"Peter, Edmund, and Lucy, they didn't die that day," she began bitterly. "No, don't say anything yet. I know it sounds insane. But, when we were children..." Susan sighed and shook her head, then stood up to stare at the wardrobe. "There's no real way to explain what happened to us. But when we were young, we discovered a hidden world. Lucy went through the wardrobe, and on the other side..." She closed her eyes and said quietly, "On the other side was a world with magic and danger and it needed us badly."
"I know. Of course I know. All children have imaginary worlds. But this was different. We slipped through the wardrobe the one time, and lived there for years. We were kings and queens, and only when we had grown up did we find the wardrobe again, and come back to be children in a land without magic, where we could do nothing and change nothing."
Susan fingered the carvings on the door of the wardrobe. "Growing up was so much worse the second time around, Richard. With the war... And I couldn't do anything about it, couldn't even control my own life. But I tried to move on. And then when the others left, I didn't know how I would make it through a second lifetime on my own."
I stood up to hold her again, searching her face, trying to find a sign of what was going on inside her head.
"Richard, I know you think it's crazy. I can see it in your face. But I swear to you, on my life, that this is real. I wish I could prove it to you. I want to so badly. But I don't think anything I could do would make it all make sense. I have nothing to show for it. Just a lot of pain."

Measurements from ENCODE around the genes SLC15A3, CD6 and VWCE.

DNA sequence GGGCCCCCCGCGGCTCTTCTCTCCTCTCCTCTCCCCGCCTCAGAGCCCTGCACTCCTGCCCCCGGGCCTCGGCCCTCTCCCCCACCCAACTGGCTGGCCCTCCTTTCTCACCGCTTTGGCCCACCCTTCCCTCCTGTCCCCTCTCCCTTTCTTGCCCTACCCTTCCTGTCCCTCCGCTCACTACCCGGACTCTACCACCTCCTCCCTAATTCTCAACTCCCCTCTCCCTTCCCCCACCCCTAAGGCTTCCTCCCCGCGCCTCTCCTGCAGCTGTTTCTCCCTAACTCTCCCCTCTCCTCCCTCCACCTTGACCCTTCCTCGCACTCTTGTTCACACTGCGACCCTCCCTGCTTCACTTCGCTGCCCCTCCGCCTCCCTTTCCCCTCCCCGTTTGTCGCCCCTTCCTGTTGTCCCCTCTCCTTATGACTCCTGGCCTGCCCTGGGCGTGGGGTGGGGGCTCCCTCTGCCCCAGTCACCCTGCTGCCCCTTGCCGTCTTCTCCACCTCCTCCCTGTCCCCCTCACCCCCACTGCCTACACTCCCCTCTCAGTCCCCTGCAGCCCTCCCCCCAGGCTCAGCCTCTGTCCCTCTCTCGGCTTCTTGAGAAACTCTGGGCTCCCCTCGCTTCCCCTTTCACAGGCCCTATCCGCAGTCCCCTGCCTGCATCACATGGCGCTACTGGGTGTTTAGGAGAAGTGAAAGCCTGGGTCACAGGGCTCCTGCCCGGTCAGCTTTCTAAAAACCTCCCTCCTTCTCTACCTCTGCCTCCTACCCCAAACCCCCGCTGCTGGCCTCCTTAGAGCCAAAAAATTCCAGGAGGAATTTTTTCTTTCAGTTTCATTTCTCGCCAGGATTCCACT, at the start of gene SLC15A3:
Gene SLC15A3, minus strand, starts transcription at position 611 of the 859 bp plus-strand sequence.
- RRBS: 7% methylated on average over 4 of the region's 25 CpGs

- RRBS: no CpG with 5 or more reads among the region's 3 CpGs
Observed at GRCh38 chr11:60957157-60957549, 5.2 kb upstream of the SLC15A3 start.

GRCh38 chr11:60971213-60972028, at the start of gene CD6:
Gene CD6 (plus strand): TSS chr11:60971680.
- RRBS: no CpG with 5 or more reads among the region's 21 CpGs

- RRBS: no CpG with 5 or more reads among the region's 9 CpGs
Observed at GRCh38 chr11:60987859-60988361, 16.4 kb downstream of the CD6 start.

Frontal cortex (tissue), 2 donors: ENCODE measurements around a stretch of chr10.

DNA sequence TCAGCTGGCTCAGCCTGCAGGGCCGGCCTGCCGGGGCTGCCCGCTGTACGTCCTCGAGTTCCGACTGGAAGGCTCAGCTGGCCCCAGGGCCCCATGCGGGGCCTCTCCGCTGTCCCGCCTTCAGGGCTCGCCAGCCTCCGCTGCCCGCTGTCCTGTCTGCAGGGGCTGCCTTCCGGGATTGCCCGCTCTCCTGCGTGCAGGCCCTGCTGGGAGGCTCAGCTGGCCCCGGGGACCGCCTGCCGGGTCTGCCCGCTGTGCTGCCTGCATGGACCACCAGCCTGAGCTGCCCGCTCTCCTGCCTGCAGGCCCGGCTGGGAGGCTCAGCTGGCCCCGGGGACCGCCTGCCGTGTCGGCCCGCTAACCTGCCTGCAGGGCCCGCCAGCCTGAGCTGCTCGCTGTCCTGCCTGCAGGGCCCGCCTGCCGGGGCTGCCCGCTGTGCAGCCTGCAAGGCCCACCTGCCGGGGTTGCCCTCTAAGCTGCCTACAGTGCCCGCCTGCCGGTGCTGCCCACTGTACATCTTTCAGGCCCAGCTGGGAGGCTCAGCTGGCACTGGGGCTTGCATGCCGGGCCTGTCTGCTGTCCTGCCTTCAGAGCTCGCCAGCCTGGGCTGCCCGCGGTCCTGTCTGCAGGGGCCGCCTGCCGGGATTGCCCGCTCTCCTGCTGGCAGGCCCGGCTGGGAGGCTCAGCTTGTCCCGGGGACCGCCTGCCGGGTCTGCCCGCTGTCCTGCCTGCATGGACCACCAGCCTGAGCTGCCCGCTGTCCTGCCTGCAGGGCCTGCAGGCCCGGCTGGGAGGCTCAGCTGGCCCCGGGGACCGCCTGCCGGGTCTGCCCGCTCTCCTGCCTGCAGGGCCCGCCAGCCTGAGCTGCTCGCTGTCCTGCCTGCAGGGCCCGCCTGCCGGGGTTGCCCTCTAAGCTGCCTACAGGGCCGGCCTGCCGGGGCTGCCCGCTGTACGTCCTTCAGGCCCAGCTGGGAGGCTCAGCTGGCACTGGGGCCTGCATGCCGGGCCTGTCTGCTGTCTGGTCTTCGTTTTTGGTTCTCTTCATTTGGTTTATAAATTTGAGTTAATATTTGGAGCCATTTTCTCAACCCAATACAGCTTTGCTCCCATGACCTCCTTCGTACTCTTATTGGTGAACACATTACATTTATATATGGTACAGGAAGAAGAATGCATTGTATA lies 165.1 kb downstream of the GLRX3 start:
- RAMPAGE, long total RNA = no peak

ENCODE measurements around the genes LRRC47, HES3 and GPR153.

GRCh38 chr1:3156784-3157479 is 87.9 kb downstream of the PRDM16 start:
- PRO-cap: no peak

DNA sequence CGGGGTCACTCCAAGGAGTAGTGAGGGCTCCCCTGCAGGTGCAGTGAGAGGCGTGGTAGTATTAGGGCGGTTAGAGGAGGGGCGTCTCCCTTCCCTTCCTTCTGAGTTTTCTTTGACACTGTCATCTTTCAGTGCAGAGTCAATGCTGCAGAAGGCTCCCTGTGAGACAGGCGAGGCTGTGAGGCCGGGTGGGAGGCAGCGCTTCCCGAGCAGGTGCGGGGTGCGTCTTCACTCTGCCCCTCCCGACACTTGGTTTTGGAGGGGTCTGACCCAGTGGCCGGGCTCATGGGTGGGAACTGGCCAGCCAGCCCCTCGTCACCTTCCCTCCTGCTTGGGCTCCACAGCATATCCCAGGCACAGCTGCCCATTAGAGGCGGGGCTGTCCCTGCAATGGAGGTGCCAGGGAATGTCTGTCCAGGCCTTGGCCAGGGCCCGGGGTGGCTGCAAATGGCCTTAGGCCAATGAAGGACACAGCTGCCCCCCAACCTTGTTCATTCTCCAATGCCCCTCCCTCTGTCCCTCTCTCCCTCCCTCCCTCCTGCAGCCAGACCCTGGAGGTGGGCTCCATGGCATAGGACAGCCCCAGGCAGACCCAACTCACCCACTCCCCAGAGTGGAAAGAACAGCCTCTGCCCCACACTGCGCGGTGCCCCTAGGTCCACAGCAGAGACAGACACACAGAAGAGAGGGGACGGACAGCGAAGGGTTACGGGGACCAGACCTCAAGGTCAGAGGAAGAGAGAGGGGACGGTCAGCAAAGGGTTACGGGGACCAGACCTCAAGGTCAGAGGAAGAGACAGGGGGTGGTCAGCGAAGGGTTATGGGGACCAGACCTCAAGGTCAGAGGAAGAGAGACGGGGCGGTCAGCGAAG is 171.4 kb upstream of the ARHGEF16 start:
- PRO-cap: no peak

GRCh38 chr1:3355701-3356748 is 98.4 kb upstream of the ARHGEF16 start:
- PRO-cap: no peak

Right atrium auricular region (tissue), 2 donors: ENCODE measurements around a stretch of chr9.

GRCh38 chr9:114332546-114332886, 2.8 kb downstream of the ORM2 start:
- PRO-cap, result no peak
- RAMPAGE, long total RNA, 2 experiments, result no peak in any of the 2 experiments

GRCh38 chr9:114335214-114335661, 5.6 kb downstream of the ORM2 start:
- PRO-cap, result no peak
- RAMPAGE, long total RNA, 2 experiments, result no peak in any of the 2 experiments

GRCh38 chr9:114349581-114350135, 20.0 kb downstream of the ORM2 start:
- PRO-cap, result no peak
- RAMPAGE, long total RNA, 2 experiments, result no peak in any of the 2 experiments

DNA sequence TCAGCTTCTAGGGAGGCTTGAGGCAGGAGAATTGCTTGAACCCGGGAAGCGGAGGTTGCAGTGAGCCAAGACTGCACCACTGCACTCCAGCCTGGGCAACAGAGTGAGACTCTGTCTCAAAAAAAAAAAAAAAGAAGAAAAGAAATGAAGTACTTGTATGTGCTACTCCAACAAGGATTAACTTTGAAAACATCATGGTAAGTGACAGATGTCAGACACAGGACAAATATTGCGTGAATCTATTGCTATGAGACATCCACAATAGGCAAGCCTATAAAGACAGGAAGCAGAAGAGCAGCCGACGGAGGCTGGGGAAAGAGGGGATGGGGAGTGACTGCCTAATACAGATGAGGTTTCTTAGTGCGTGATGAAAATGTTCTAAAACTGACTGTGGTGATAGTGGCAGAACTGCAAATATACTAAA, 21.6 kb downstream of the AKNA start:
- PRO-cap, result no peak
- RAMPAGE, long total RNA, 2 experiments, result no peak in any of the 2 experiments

I grasped for something to say. "This wardrobe..."
"When we stayed with my uncle, during the war. Lucy stumbled through by accident, and took us all back with her." Susan's eyes filled with tears. "It didn't work after that. But I couldn't let a stranger take it after that."
I looked at the wardrobe. I had never given much thought to it after it was put in this room. Now I could get no answers from the carvings on the front, so I pulled open the doors and pushed aside the winter coats.
In the back was a wood panel. I stood there and looked at it, not knowing what else to do, but Susan reached out and put her hand on it, and began to cry in earnest again.
"Aslan," she sobbed, "why? Why them and not me?"
She cried, and I looked on, bewildered and afraid. Finally I led her back to bed and held her until she fell asleep. It took me a long, long time to do the same.